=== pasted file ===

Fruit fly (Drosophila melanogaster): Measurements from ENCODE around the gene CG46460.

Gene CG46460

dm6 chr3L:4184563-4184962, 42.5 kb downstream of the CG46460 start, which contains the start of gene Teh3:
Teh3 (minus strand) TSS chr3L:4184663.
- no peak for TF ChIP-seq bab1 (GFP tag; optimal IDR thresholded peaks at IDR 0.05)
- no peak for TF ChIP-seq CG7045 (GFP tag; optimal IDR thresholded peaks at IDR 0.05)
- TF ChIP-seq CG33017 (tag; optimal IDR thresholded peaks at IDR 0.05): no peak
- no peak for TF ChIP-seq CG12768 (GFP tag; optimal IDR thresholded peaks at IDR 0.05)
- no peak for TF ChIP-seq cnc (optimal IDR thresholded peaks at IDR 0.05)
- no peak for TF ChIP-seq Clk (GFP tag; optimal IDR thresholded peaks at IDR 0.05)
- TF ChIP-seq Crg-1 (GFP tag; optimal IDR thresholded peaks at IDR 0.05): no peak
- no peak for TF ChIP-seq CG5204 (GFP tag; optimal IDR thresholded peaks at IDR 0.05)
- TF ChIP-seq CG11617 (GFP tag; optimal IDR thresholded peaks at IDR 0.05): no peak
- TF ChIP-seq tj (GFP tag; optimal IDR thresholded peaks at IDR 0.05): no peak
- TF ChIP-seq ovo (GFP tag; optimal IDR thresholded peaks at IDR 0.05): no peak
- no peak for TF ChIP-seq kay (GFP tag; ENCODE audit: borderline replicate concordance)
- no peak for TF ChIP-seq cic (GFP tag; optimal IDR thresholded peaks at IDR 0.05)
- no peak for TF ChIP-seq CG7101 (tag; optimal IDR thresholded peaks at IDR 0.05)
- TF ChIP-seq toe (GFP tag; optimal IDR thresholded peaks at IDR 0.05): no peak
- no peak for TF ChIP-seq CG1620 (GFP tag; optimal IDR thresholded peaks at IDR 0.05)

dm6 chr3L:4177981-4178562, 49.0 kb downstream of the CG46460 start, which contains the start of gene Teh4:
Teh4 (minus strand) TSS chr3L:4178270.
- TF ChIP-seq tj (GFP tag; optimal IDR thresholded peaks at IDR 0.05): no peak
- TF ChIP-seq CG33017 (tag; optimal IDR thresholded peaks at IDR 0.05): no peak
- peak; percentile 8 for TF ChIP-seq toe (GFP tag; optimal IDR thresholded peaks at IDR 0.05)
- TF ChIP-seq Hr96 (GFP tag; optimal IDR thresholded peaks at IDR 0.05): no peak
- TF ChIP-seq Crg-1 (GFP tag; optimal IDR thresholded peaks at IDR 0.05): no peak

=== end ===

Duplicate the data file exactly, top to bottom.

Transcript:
Fruit fly (Drosophila melanogaster): Measurements from ENCODE around the gene CG46460.

Gene CG46460

dm6 chr3L:4184563-4184962, 42.5 kb downstream of the CG46460 start, which contains the start of gene Teh3:
Teh3 (minus strand) TSS chr3L:4184663.
- no peak for TF ChIP-seq bab1 (GFP tag; optimal IDR thresholded peaks at IDR 0.05)
- no peak for TF ChIP-seq CG7045 (GFP tag; optimal IDR thresholded peaks at IDR 0.05)
- TF ChIP-seq CG33017 (tag; optimal IDR thresholded peaks at IDR 0.05): no peak
- no peak for TF ChIP-seq CG12768 (GFP tag; optimal IDR thresholded peaks at IDR 0.05)
- no peak for TF ChIP-seq cnc (optimal IDR thresholded peaks at IDR 0.05)
- no peak for TF ChIP-seq Clk (GFP tag; optimal IDR thresholded peaks at IDR 0.05)
- TF ChIP-seq Crg-1 (GFP tag; optimal IDR thresholded peaks at IDR 0.05): no peak
- no peak for TF ChIP-seq CG5204 (GFP tag; optimal IDR thresholded peaks at IDR 0.05)
- TF ChIP-seq CG11617 (GFP tag; optimal IDR thresholded peaks at IDR 0.05): no peak
- TF ChIP-seq tj (GFP tag; optimal IDR thresholded peaks at IDR 0.05): no peak
- TF ChIP-seq ovo (GFP tag; optimal IDR thresholded peaks at IDR 0.05): no peak
- no peak for TF ChIP-seq kay (GFP tag; ENCODE audit: borderline replicate concordance)
- no peak for TF ChIP-seq cic (GFP tag; optimal IDR thresholded peaks at IDR 0.05)
- no peak for TF ChIP-seq CG7101 (tag; optimal IDR thresholded peaks at IDR 0.05)
- TF ChIP-seq toe (GFP tag; optimal IDR thresholded peaks at IDR 0.05): no peak
- no peak for TF ChIP-seq CG1620 (GFP tag; optimal IDR thresholded peaks at IDR 0.05)

dm6 chr3L:4177981-4178562, 49.0 kb downstream of the CG46460 start, which contains the start of gene Teh4:
Teh4 (minus strand) TSS chr3L:4178270.
- TF ChIP-seq tj (GFP tag; optimal IDR thresholded peaks at IDR 0.05): no peak
- TF ChIP-seq CG33017 (tag; optimal IDR thresholded peaks at IDR 0.05): no peak
- peak; percentile 8 for TF ChIP-seq toe (GFP tag; optimal IDR thresholded peaks at IDR 0.05)
- TF ChIP-seq Hr96 (GFP tag; optimal IDR thresholded peaks at IDR 0.05): no peak
- TF ChIP-seq Crg-1 (GFP tag; optimal IDR thresholded peaks at IDR 0.05): no peak